We gave it a B
”It’s always a risk when you make an elaborate film that doesn’t involve people getting murdered,” says Sarandon of her longtime companion’s seven-years-in-the-making epic period picture. Based on events surrounding an actual 1937 musical directed by Orson Welles that was shut down by government injunction for the cast’s alleged left-wing politics (but performed guerrilla-style without costumes, scenery, or props, and ultimately taken to Broadway), ”Cradle Will Rock” makes ”elaborate” seem like an understatement.
Even despite his ”Dead Man Walking” cred, it’s hard to imagine Robbins pitching such a political (i.e., complicated) project to studio execs weaned on monosyllabic explanations. ”Most executives do belong to the one-sentence-pitch school,” says Robbins, ”but [Disney president] Joe Roth is a different kind of person — he actually reads these scripts.” In fact, Disney gave Robbins an amazingly free hand. ”They didn’t have any demands about script changes or problems with editing,” he says. ”They were extremely hands-off.”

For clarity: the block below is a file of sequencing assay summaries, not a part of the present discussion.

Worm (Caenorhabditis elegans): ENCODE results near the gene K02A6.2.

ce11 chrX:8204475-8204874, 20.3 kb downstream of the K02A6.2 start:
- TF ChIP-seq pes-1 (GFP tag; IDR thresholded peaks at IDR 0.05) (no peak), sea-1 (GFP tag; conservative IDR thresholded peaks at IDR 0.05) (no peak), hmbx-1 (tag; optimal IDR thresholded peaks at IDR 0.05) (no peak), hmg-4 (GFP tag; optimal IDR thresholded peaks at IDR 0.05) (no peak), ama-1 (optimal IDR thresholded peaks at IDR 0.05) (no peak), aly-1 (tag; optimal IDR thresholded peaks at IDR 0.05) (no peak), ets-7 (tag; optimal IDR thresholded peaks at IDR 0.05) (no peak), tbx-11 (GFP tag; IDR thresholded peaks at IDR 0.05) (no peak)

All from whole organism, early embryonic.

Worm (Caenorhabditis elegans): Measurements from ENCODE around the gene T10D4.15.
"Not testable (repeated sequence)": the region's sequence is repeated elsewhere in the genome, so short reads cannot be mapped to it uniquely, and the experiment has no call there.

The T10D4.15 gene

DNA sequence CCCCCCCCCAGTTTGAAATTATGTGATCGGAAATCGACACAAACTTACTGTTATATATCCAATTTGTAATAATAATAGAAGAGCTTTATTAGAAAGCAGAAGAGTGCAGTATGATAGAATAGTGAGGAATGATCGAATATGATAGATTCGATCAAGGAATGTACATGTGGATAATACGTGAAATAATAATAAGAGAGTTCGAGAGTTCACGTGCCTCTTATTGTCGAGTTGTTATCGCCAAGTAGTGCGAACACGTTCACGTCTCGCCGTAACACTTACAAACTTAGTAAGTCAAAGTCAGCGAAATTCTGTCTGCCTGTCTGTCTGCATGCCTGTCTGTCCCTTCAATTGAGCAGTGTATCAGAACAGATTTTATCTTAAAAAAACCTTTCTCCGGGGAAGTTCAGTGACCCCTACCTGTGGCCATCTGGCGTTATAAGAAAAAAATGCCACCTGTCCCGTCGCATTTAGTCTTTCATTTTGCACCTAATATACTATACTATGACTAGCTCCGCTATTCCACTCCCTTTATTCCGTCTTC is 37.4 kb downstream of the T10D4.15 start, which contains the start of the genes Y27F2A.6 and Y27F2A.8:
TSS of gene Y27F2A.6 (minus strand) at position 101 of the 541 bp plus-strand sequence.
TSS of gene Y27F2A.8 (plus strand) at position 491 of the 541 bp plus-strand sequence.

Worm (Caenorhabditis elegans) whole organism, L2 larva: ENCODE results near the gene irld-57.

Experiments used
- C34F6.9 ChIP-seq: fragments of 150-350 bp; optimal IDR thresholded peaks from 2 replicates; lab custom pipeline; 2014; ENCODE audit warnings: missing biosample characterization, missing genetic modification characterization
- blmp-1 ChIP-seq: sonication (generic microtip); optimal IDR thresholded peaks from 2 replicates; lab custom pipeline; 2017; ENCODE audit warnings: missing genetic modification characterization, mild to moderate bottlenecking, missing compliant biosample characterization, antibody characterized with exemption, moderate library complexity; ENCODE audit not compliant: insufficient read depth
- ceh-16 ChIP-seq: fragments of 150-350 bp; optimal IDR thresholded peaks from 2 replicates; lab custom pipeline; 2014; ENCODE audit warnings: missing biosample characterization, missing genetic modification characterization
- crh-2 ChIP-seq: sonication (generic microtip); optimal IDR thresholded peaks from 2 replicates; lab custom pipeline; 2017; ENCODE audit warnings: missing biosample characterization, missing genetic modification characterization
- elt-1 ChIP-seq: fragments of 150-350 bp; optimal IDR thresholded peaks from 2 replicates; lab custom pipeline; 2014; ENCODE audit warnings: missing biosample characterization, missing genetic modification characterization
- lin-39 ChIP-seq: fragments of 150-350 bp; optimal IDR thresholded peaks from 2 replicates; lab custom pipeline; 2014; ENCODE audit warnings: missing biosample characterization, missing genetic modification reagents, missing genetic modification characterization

The project’s unique appeal might have something to do with Robbins’ ability to pull together one of the season’s most interesting casts (John Cusack does a fierce Nelson Rockefeller, and Cary Elwes is a dashing young John Houseman). It seems Team Rodent did good: ”Cradle Will Rock” picked up great buzz after it charmed the hordes at Cannes. BUZZ FACTOR: 6
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